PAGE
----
SPILL 2012 - live art and white goods
Live art has traditionally focused on explicit bodies, unmediated exchanges between performers and audiences, biography and inner life. Objects sometimes feature but, more often than not, are figured as ‘materials’ or ‘tools’ subject to the will of the performer. Live art is celebrated as ephemeral, issuing no products for the art market. Influential German sculptor and performer Joseph Beuys described teaching as his “greatest work of art. The rest is the waste product, a demonstration.”
Live art thus can be understood as being in a dialectical relation with puppetry. In puppet performances, animators occlude and submerge their personal characteristics in order to bring focus to objects and instill in them the illusion of life. Puppetry performances might be fleeting, but puppet theatre’s performing instruments are never wastage: they are built to last.
Both live art and puppetry, however, are undergoing transformations. Puppeteers increasingly recognise the co-presence of actor-performers and objects, and work with sand, clay and viscous materials of indeterminate form. Meanwhile, contemporary live artists are today prone to understand their bodies and lives as being in dialogue with their surrounding environments.
The SPILL Festival of Performance – established in London in 2007 under the direction of Robert Pacitti and situated in Pacitti’s home town of Ipswich for the first time this year – occasions this comparative meditation about the uses and abuses of objects and performance’s material remains. SPILL is best known for its national platform for emerging artists and companies – with 46 UK-based companies selected out of 272 applications. This year, this was supplemented by three ‘headline’ productions from Forced Entertainment, Subject to_change and director Ron Athey. As such, SPILL offers a vital index of current trends in live art.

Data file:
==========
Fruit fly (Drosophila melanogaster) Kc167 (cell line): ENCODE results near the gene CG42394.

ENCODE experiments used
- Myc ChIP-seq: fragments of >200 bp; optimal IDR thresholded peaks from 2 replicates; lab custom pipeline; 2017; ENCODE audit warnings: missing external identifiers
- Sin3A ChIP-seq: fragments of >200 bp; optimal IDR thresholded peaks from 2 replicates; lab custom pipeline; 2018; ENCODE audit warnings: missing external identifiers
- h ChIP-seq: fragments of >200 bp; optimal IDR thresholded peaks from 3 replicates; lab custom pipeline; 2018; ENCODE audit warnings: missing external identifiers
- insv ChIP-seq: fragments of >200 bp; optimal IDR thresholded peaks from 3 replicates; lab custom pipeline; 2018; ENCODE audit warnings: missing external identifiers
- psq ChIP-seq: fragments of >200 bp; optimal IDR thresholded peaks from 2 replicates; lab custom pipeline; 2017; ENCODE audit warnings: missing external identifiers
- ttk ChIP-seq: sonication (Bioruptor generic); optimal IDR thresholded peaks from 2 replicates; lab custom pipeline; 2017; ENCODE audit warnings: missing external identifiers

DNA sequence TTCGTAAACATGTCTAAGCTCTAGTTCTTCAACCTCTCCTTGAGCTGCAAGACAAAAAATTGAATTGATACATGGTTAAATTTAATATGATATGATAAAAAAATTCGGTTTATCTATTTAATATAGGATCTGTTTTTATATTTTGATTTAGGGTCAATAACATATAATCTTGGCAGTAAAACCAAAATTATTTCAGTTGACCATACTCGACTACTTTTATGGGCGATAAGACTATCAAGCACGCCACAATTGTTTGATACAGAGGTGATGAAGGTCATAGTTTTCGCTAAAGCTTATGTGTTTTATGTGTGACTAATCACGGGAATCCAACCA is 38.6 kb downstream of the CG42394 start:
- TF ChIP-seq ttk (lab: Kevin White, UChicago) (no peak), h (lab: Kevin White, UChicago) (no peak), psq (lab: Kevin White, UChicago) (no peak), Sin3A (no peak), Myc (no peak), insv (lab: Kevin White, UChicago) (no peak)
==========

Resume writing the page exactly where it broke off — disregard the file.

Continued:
Two of the national platform shows, which centred around white goods, faced an issue emblematic of live art’s uneasy relation to objects and their performance afterlives. Aleks Wotjtulewicz, a burly and bearded man, wore a variety of women’s dresses and high heels during his seven-hour durational performance ‘Man vs Woman’. He dismantled one washing machine and washed his soiled clothes in another, a self-declared exploration of his masculine and feminine sides. At the Spill Congregation – a gathering of artists and observers on the festival’s final day – Wotjtulewicz queried what he should do with the scrap metal leftovers.
‘Leftovers’ was in fact the title of a performance with food by the ensemble Figs in Wigs, which hawked their refrigerator through a lonely hearts style ad (in which the machine described itself self-deprecatingly as “a bit square” and “frigid”) read aloud on stage. In a third show, Ira Brand’s ‘A Cure for Ageing’, a poignant reflection on mortality was marred by the unceremonious dropping to the floor of folded-up letters from an ageing grandmother, only just read through a veil of tears.
In part two, I'll look at SPILL performances that involved the active destruction of objects, participatory theatre and more subtle uses of objects, plus reviews of two of the headline acts.
SPILL ran from the 31 October until 4 November 2012 at venues in Ipswich